| (Sta x, Sta y) -> Some (x=y)
         | _              -> None	  	(* can't compare the code *)
RingIntPCode indeed looks like a cross-breed of RingInt and RingIntCode. For example, if both both summands are known, we add them now -- otherwise, we build the code to add them later. Crucially, zero and one are known now. Partially-known values are the staple of code generation and should be a library feature. We implemented them here for completeness.

Mongrel vectors have partially-known values both as indices and elements. If the length is statically known, we dispatch to the previously written ArrStaDim implementation. Otherwise, we treat the vector as completely statically unknown and use ArrDyn, also written earlier, to handle that case. From now on, our development would be to mix-and-slightly-extend the previously written code.

     module ArrStaDyn(S: sig type t end) = struct
       include S
       type ind = int pv
       type unt = unit code
       module ASta = ArrStaDim(S)
       module ADyn = ArrDyn(S)
       let iter = ...
       let reduce plus zero = function
         | Arr (Sta n,v) ->
             ASta.reduce plus zero (Arr (n, fun i -> v (Sta i)))
         | Arr (Dyn n,v) ->
           Dyn (ADyn.reduce (fun x y -> dyn (plus (Dyn x) (Dyn y))) (dyn zero) 
                  (Arr (n,fun i -> dyn (v (Dyn i)))))

The new generator instantiates the same old MVMULT with mongrel vectors. Since the matrix is regarded as statically known, indexing it with indices known now gives the usable now value. The input vector vin, albeit of the statically known length, comprises elements unknown at the generator time.

     let imvmult_ac : int array array -> (int array -> int array -> unit) code =
      fun a -> 
        let n  = Array.length a in
        let ma = Arr (Sta n, fun i -> Arr (Sta n, 
         (fun j -> 
           match (i,j) with
           | (Sta i, Sta j) -> Sta a.(i).(j)
           | (i, j) -> Dyn .<a.(.~(dyn i)).(.~(dyn j))>.))) in
        .<fun v' v ->
         assert (n = Array.length v');
         .~(let vout = OArr (Sta n, fun i v -> .<v'.(.~(dyn i)) <- .~(dyn v)>.) in
            let vin  = Arr  (Sta n, fun i -> Dyn .<v.(.~(dyn i))>.) in
            let module MV = MVMULT(RingIntPCode)(ArrStaDyn(RingIntPCode)) in
            MV.mvmult vout ma vin)
Compared to the earlier imvmult_nc, the generator imvmult_ac receives not just the matrix dimensions but the matrix itself to specialize to. When applied to the sample matrix of the challenge, it produces:
     .<fun v'_27 v_28 -> 
       assert (5 = (Array.length v'_27));
       v'_27.(0) <-
        0 + (1 * v_28.(0)) + (0 * v_28.(1)) + (0 * v_28.(2)) +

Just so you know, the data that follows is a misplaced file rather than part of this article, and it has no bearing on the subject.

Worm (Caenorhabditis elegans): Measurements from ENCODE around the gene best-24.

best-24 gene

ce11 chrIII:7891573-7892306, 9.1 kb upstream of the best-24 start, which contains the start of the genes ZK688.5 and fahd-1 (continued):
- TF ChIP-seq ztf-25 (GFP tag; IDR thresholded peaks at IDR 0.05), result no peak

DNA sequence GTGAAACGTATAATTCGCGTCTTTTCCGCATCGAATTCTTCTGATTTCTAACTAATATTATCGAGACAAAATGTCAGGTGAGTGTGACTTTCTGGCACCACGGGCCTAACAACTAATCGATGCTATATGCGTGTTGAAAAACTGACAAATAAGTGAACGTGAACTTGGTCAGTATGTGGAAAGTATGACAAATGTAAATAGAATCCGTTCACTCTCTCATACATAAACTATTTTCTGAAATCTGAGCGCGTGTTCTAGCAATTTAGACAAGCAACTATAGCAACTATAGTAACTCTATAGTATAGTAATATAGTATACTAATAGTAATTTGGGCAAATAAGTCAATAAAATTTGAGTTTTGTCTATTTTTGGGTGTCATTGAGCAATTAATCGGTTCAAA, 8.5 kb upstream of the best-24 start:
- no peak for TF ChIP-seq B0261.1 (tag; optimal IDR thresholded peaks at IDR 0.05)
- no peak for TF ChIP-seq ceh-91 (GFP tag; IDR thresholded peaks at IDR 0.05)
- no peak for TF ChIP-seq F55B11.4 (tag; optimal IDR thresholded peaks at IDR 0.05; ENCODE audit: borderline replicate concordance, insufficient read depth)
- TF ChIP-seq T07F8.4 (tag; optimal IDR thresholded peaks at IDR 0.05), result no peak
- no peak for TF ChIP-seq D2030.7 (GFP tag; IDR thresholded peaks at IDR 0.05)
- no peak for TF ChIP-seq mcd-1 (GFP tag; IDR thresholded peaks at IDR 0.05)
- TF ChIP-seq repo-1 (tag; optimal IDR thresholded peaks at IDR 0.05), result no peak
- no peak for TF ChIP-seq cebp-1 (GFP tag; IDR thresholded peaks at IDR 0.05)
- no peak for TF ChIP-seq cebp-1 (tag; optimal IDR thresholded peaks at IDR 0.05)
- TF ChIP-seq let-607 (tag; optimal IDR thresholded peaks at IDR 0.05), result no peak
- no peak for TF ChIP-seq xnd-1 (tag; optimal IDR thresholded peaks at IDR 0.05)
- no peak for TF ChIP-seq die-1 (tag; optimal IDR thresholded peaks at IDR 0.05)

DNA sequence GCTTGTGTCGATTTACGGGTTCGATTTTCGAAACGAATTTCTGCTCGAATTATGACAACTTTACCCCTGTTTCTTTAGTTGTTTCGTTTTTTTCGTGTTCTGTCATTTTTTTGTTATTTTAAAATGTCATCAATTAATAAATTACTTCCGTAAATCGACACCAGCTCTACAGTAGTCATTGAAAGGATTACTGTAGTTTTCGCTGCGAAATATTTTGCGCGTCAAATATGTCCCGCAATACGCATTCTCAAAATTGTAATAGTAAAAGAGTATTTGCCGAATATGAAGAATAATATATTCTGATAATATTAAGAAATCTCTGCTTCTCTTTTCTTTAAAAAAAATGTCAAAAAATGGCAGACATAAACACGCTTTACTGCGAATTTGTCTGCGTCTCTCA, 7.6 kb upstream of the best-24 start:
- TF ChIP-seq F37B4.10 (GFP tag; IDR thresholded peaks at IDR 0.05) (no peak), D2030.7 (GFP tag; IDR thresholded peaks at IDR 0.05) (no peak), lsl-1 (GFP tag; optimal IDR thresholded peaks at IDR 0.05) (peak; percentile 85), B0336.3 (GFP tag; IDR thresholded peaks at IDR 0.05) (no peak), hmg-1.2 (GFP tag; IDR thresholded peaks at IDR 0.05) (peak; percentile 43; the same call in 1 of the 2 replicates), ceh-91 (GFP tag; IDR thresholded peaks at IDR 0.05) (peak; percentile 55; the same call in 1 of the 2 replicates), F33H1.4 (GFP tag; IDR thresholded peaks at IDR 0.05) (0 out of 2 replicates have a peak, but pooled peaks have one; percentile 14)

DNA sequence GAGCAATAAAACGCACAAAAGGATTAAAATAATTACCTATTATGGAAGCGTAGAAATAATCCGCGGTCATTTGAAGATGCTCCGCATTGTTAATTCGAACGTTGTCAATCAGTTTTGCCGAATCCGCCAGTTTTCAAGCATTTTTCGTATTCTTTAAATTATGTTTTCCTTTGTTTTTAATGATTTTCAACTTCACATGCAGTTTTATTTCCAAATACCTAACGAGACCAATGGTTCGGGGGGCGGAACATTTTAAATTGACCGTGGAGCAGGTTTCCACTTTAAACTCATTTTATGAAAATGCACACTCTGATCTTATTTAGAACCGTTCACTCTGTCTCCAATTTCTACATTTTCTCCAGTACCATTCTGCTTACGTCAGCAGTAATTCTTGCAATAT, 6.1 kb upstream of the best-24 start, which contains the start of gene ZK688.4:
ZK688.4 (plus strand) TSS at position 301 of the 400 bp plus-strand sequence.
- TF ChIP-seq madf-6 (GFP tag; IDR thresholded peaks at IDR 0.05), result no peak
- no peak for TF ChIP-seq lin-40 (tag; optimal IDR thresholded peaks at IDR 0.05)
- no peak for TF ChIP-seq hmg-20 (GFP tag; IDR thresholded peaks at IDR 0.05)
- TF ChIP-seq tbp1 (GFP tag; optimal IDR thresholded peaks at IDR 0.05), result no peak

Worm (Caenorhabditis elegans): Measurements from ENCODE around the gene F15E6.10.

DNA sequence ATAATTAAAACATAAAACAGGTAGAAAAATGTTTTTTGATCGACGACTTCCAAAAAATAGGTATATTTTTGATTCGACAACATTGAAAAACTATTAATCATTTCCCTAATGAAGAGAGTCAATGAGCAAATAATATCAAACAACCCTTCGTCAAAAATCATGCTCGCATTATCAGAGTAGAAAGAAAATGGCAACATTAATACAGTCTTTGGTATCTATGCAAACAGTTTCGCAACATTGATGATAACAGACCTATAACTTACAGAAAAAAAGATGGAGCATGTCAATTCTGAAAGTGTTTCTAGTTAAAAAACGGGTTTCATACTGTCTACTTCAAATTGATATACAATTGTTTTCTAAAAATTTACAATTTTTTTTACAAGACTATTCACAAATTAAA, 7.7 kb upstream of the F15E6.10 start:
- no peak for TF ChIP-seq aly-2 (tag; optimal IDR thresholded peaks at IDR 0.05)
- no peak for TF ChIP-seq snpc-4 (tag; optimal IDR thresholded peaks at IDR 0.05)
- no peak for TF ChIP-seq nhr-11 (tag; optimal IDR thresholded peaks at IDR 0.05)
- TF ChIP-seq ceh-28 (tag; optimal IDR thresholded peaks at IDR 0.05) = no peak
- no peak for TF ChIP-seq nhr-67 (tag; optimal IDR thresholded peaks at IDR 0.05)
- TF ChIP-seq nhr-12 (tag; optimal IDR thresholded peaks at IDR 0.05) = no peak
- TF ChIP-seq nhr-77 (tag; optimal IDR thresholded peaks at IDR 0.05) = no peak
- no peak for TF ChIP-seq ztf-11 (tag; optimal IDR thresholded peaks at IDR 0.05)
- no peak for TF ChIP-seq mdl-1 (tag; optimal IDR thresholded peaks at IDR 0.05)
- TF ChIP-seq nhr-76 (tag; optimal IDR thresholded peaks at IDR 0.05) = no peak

(1 * v_28.(3)) + (0 * v_28.(4))
Not only loops are unrolled, the matrix elements are inlined. As the result, we see lots of trivial multiplications and additions. Algebraic simplifications are direly needed.


Step 5. algebraic simplifications: overriding add and mul

Adding algebraic simplifications as an optimization of the generated code turns out simple and modular, reusing the earlier code. All we need is to adjust the ring, RingIntPCode, overriding, or improving add and mul:
     module RingIntOPCode = struct
       include RingIntPCode          (* inherit and override *)
       let add x y = match (x,y) with
         | (Sta 0,x) | (x,Sta 0) -> x
         | (x,y)     -> RingIntPCode.add x y
       let mul x y = match (x,y) with
         | (Sta 0,_) | (_,Sta 0) -> Sta 0
         | (Sta 1,x) | (x,Sta 1) -> x
         | (x,y)     -> RingIntPCode.mul x y
The improvement adds cases to add and mul: for example, when one of the multiplicands is statically zero, the product is statically zero regardless of the other multiplicand. Just replacing RingIntPCode with RingIntOPCode in the earlier generator imvmult_ac -- keeping everything else the same -- gives the following optimized code specialized to the sample matrix. It became short enough to show completely:
     .<fun v'_29 v_30 -> 
        assert (5 = (Array.length v'_29));
        v'_29.(0) <- v_30.(0) + v_30.(3)
        v'_29.(1) <- v_30.(2)
        v'_29.(2) <- v_30.(1)
        v'_29.(3) <- v_30.(2) + v_30.(3) + v_30.(4)
        v'_29.(4) <- v_30.(2) + v_30.(4)>.
We have almost reached the goal. However, the Challenge specified that the inner-product loop is to be unrolled only if the corresponding matrix row is sparse enough. Unrolling should be selective.